There is a growth potential which is built in the design today not limited to the current design set that we have.
Outside of a Couple of Snags, One to Two Minor Delays, the A350 Program has Run very Smoothly. You’ve Met many of the Targets you Set, Development has run quite Smoothly, your Troubleshooting Policy and Practices Have Been Very Proactive. How would you say you’ve Incorporated Lessons Learned from Previous New-Build wide Buddy Programs this Decade like the A380 and 787 to enable the A350 program to Develop at such a Dmooth, Clean, and Rapid Pace?
Yes, we have learned a lot from the previous programs, particularly from the A380. We’ve defined a very clear process for improvement, which was about program management, customization, which was about stability of the design, focusing on maturity, meeting maturity gates in a straight manner.
And sometimes, we had to take hits at the early stage of the program to protect the back end of the program. And it’s clear that since two years, we have had a very stable plan for development, but this did not come just by chance. It came because we had really adhered to these principles.
For instance we had a new block of design tools, [and] we had invested massively in these design tools that we shared with our worldwide suppliers. We developed new customization policies and we have built our [development] principles on a very rich platform, which reduces a number of issues that we have to deal with.
And this platform is able to accommodate a large variety of layouts for our customers without changing its foundations. So this enables us today to be rather confident at the start of the production… and at the start of the customization… [It’s] not just the number of aircraft, which is great, but also the number of different customers that we are addressing. Plus we have our customer definition center in Hamburg, which helps a lot from that point of view.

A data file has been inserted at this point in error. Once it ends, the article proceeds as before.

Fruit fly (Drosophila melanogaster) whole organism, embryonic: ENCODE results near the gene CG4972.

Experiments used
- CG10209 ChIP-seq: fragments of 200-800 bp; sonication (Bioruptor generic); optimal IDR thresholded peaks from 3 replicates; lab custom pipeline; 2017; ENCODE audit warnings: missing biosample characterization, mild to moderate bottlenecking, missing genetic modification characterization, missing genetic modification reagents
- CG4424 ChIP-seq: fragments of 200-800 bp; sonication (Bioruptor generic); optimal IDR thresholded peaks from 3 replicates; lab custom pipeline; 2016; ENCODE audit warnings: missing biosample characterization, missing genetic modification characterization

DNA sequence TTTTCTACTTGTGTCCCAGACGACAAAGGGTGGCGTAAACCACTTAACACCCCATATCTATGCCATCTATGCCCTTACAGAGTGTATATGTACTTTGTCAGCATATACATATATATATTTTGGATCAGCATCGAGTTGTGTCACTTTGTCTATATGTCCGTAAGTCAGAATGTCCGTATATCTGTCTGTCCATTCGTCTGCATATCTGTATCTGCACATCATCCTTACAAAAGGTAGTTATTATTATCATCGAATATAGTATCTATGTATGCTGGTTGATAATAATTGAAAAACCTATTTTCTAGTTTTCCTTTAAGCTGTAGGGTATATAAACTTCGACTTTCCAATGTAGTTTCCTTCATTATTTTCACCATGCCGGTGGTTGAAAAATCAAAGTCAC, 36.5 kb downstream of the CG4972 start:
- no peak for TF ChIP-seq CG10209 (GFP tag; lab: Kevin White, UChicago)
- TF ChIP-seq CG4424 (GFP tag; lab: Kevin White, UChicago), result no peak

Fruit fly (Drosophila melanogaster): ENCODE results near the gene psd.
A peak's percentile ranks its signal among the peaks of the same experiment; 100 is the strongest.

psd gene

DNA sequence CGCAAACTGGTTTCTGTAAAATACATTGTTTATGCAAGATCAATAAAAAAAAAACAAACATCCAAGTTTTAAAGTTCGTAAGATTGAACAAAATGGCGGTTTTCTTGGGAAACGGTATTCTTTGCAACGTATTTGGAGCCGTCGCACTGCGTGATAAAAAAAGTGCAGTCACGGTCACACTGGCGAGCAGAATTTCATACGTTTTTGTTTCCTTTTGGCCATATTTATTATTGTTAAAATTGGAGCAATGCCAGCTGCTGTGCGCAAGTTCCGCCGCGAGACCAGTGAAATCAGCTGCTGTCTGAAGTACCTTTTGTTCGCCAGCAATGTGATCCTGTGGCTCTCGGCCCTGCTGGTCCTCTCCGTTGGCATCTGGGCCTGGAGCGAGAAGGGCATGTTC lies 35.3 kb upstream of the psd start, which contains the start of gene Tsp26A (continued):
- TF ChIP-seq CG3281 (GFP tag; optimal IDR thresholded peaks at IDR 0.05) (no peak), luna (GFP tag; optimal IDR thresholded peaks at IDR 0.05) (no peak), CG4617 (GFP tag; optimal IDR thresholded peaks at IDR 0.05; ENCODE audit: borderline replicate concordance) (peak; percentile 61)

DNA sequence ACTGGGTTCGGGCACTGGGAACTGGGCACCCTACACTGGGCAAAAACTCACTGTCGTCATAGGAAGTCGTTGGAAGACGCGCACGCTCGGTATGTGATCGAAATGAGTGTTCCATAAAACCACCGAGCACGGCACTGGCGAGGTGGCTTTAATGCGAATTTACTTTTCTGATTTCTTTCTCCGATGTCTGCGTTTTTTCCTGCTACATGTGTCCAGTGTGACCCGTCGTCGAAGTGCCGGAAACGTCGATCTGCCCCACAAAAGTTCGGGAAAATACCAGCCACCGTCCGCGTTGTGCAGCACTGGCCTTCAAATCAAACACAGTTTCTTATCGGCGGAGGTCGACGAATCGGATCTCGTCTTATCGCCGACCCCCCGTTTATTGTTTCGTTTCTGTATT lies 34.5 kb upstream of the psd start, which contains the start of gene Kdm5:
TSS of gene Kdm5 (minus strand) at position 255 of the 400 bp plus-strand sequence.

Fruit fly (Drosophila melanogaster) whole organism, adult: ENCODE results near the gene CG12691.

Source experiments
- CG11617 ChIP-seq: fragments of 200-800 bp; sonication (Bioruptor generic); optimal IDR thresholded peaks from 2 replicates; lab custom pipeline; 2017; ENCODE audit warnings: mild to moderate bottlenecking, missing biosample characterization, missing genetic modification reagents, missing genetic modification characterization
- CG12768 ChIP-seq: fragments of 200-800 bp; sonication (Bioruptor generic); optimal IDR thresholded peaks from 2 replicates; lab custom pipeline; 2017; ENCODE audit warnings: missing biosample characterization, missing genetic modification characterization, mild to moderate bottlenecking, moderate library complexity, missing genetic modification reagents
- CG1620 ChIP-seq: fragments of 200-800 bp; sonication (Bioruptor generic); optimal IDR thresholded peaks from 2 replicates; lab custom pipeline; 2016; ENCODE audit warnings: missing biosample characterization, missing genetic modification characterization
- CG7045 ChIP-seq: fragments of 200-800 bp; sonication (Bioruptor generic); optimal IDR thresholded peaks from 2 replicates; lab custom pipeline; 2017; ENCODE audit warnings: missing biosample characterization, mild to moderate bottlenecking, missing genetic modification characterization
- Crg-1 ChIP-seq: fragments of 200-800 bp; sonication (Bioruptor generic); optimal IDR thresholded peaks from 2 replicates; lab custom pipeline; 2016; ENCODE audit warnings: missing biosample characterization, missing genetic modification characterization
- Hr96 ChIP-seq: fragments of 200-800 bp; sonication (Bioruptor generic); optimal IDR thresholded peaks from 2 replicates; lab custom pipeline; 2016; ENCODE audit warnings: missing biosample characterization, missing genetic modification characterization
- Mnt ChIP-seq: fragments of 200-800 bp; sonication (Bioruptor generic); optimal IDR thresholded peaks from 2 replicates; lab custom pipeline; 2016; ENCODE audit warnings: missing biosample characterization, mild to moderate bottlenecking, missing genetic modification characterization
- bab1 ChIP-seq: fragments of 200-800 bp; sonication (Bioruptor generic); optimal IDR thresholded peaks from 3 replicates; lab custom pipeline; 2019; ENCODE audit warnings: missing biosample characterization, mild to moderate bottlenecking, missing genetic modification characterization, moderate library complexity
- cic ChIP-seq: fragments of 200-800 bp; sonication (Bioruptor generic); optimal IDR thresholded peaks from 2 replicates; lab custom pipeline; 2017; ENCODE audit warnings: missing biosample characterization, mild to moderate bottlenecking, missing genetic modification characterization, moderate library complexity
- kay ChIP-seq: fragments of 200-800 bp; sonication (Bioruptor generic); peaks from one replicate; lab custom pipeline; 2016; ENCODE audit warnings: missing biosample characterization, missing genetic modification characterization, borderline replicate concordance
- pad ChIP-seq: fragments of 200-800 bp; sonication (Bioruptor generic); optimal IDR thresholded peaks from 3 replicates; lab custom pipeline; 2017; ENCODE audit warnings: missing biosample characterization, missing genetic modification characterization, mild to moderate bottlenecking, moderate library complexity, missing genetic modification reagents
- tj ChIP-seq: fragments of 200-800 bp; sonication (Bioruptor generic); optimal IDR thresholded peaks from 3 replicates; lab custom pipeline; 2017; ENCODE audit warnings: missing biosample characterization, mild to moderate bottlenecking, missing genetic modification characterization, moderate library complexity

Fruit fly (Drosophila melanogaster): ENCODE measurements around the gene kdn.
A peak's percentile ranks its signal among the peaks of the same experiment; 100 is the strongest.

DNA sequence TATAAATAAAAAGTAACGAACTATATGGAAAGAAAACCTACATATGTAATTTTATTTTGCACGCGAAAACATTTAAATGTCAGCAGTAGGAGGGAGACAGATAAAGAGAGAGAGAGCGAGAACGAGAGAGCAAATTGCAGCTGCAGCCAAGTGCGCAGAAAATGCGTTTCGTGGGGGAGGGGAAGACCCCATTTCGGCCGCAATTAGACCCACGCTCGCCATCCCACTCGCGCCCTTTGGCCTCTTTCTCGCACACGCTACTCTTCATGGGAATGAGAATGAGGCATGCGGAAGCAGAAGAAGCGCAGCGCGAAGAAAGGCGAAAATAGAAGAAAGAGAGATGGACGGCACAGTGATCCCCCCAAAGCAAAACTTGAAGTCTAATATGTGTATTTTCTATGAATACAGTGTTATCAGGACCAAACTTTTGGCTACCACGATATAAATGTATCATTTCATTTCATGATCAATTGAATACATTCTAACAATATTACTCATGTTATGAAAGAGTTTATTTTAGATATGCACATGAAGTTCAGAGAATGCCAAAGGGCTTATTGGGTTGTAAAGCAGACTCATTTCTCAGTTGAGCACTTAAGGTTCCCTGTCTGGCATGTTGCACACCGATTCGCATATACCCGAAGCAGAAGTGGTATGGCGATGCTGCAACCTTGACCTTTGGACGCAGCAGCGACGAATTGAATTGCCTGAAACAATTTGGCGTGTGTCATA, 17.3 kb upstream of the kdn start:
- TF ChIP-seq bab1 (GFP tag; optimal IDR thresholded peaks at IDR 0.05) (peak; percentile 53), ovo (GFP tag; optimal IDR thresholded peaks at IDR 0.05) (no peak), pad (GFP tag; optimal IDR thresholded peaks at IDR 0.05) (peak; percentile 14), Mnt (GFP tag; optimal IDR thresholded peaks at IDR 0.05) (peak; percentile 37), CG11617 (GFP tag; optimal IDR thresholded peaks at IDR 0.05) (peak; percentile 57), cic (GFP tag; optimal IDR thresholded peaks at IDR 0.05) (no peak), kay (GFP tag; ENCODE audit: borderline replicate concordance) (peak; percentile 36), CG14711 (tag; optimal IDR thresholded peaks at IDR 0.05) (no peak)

So it’s about lessons learned, it’s about maturity, not cutting corners, and trying to provide strategy. But it’s also a lot of work – we’ve had a very stable team from the very beginning of the program and a strong management as well as our regime of partners.
So as the A350-900 Approaches Entry into Service, What Kind of Steps Have you Taken with Launch Customer Qatar Airways to Ensure that the Dispatch Reliability of the A350-900 will Come in at a Strong Level from the Beginning?
Because your Competitor, with their most Program Launch, had some Difficulties with that. So What Sort of Steps have you Taken to Ease that Process?
So again, we’ve put a lot of focus on aircraft maturity and program maturity. But what we’ve added on top is what I would call a maturity accelerator, which is our “Airline 1” concept. What is “Airline 1”? “Airline 1” is a concept by which our flight test fleet functions as an operator almost.
So we have installed with the flight test team, a team which really handles the operations, upgrades the aircraft, maintains the aircraft, and on that tests the aircraft. When necessary, they find fixes – like if they were an operator. And by doing that, we accelerate the last part of the maturity curve, which should normally lead us to a good level of reliability at the time of entry into service.
Since the beginning we have always had, almost at the beginning, we have airlines inserted in our teams to help us discussing in the priorities. [We had] 5 to 6 airlines working with us. And now the next element is for Qatar Airways themselves. We have been preparing hand to hand with them, from training to service. They can get all the support that is going to be needed at the start of operations, that we anticipate based on what we know.
We want as few weaknesses at the beginning of operations [as possible], so we anticipate the challenges and provide this additional support to avoid impacting the operations.